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Truth vs. Peace

By heath - Posted on 27 July 2005

As you may have read, I have been reading The Da Vinci Code. I finished it last night, so I thought I would record at least one thought about the much read novel. The religious outlook The Da Vinci Code has me somewhat confused. On one hand, it seems that Sophie, Langdon, and Teabing are all in a search for truth. However, in the end, it is only Teabing, and perhaps the Church, that are really seeking truth. Sophie and in the end Langdon, are seeking what might be called peace. In some ways, the book shows the dichotomy that most people see when looking at religion in a pluralistic world. You can either search for truth, or you can search for peace.

A search for peace is only concerned with metaphor and mystery. It is not concerned with truth. Hypocritically, most seekers of peace make no claims to exclusive truth, except that there is none or at least that it cannot be found. Instead, they seem to see the essence of faith as believing without thinking. This is postmodern religion. "How it affects me," is the most important criteria for religion. They have given up on the idea of truth either because they are frustrated by all of the competing claims or the idea of exclusive truth is morally repugnant.

A search for truth, on the other hand, is concerned with how the claims of a religion correspond to reality. These usually end up being either radical atheists out to prove all religions false or religious zealots eager to prove their own superiority. This is modern religion. "How it aligns with objective(scientific) reality," is the most important criteria for religion. Confused about humanity's humble original condition and subsequent fall, they pridefully make all kinds of exclusive claims and gladly divide up humanity between those that are in and those that are out.

Christianity, and in truth all religions I have studied, make truth claims, and they all make exclusive truth claims. Islam claims that there is no god but Allah and Muhammad is his prophet. Buddhism claims nirvana can be reach by following the eight-fold path. Hinduism makes claims about reincarnation and law of karma. Christianity claims that Jesus Christ is the second person of a Triune God. Judaism claims that YHWH is the one true God. While some of these claims may be compatible, no religion is entirely compatible with another. In fact, most religions have further subdivisions based on irreconcilable interpretive disagreements.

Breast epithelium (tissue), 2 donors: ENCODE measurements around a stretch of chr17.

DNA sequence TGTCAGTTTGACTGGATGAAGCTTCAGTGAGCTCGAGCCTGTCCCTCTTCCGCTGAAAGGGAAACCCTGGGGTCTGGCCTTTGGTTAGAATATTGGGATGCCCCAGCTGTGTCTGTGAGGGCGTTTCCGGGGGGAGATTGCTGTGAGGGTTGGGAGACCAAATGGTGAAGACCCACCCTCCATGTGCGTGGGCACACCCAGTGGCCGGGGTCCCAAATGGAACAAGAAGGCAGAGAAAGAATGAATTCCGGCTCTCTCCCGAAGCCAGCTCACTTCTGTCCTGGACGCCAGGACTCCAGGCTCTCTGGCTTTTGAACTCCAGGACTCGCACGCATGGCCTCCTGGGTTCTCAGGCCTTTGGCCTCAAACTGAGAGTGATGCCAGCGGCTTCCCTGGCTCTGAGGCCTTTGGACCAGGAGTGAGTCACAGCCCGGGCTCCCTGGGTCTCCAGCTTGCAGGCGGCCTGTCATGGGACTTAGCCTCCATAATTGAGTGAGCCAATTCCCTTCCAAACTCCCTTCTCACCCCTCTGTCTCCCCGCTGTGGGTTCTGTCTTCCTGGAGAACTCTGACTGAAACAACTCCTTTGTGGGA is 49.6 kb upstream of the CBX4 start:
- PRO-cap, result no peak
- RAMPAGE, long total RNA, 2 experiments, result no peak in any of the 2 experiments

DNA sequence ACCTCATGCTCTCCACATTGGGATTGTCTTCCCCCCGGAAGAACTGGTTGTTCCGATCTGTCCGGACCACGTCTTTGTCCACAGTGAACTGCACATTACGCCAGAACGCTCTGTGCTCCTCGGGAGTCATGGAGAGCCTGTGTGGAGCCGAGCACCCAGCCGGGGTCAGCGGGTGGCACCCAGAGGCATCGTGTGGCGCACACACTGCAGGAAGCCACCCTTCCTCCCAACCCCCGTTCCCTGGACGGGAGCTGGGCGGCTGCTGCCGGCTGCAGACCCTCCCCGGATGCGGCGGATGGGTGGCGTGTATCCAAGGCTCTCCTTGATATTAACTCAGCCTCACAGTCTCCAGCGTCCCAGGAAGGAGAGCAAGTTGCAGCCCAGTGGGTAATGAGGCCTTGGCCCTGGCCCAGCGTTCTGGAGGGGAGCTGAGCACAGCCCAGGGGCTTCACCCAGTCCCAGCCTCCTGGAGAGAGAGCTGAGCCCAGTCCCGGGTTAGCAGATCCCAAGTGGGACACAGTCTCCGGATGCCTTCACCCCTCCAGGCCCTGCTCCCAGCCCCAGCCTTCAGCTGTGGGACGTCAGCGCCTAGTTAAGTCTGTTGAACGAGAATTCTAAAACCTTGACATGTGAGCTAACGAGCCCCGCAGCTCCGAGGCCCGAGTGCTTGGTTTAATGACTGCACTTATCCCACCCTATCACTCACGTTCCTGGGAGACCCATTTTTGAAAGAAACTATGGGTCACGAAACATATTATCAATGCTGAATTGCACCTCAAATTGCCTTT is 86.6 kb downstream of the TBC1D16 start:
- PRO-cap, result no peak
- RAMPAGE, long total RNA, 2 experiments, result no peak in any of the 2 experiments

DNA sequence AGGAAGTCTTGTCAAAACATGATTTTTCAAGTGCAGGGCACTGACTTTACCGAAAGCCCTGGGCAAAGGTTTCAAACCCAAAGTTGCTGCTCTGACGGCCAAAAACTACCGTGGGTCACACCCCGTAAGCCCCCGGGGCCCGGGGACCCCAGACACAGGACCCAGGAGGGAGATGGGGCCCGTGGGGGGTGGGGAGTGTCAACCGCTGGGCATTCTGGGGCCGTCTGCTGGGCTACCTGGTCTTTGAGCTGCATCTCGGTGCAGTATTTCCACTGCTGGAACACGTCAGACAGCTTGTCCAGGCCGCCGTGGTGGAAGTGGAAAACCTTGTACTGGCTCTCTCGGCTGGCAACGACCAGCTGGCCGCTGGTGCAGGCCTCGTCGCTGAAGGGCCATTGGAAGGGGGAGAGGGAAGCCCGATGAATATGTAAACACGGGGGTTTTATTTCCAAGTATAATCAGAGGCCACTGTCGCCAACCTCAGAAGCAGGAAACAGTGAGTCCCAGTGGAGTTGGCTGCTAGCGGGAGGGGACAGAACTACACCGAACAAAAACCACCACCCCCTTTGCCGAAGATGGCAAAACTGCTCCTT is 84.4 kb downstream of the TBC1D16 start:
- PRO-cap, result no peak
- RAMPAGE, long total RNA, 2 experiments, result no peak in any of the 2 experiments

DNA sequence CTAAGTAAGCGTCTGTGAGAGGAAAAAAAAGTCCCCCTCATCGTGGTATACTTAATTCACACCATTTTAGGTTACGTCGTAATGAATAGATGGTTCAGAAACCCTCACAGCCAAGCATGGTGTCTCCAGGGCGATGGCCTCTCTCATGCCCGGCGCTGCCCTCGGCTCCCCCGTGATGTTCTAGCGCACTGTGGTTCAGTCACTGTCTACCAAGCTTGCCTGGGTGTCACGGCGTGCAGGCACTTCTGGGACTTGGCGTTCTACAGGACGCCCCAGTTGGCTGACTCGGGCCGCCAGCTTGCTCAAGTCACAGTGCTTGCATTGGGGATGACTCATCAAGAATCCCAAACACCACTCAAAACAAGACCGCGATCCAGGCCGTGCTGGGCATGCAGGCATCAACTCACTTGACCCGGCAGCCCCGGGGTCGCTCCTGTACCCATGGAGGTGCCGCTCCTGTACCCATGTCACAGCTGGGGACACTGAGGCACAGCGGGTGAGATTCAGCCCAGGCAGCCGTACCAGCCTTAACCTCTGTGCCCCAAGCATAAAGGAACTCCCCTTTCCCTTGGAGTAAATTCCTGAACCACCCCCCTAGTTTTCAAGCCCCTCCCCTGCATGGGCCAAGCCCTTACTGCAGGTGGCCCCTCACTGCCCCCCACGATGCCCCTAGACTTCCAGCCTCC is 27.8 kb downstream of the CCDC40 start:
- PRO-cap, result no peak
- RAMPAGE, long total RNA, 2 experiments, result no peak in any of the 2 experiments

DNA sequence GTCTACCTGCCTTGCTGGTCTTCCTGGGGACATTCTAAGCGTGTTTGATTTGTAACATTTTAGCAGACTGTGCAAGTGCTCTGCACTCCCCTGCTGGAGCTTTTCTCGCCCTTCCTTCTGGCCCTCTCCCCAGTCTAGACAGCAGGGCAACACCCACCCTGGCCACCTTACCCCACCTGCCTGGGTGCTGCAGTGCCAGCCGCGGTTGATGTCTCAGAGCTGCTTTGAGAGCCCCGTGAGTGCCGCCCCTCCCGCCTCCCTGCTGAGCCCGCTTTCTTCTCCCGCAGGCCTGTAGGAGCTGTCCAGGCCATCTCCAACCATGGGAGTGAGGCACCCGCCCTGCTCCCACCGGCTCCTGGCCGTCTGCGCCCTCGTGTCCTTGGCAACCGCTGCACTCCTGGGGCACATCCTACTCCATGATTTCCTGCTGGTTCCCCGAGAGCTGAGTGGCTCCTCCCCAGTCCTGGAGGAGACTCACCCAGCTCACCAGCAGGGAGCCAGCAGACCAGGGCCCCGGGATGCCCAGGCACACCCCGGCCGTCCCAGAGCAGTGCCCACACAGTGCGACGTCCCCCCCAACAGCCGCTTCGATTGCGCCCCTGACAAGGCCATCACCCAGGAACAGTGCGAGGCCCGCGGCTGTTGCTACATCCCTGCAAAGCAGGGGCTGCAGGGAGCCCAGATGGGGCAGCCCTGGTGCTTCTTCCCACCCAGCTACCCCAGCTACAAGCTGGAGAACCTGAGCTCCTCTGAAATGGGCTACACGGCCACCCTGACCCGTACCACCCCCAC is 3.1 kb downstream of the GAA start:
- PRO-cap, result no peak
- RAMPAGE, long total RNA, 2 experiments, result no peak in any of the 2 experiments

I can hardly believe the statement in The Da Vinci Code that, "those who truly understand their faiths understand the stories are metaphorical." Surely Brown would not have us believe that the only true believers in a religion are those that espouse his own religion, one that rejects all claims to absolute truth. This is truly the height of arrogance.

It is certianly true that there have been some dastardly religious people in human history. There are so-called Christians that rank among the top. However, if one truly understands the scriptures one can see that the writers did not intended to put down women as Brown claims but to move their cultures to the ideal of equality. They did not seek to hold up current political or societal power structures, they stood outside of and usually against them.

Christianity invites all those with a critical mind to investigate its claims and experience true peace. Grace and Peace begins many of Paul's letters. Grace speaks of the objective fact that Christ has paved the way for the adoption as sons for all that will believe. And Peace speaks of the ever widening harmony God desires to pour out upon humanity. True seeks of truth and peace will be both satisfied and challenged if they would humble themselves and look for one outside them selves for safety. He eagerly awaits.
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Did you finish the book Heath?  What did you think overall? 

Brown has claimed he wants to try and open up a new genre of historical education through fiction ( I saw him say that in an interview).  Scary thought.


It was pretty disturbing.  He makes a decent story of it, and he is at times fairly convincing.  The only problem is the he hides a lot of the facts and skews others.

It is scary that many read this as Brown intends and believe that it is based on the truth.

It must be nice to make all kinds of scholarly assertions without having to fall under peer review or criticism from peers.  I think it is pretty dishonest, all in all.

Ya, historians everywhere must be jealous of Brown's ability to know facts about the past without the use of historical methodologies of discovery to determine likely truths.  Like you said, he does intentionally leave out facts and makes them up when the story needs.  It is quite dishonest, especially given the virtue Brown wishes to extol in his characters, namely fair minded truth hunting.

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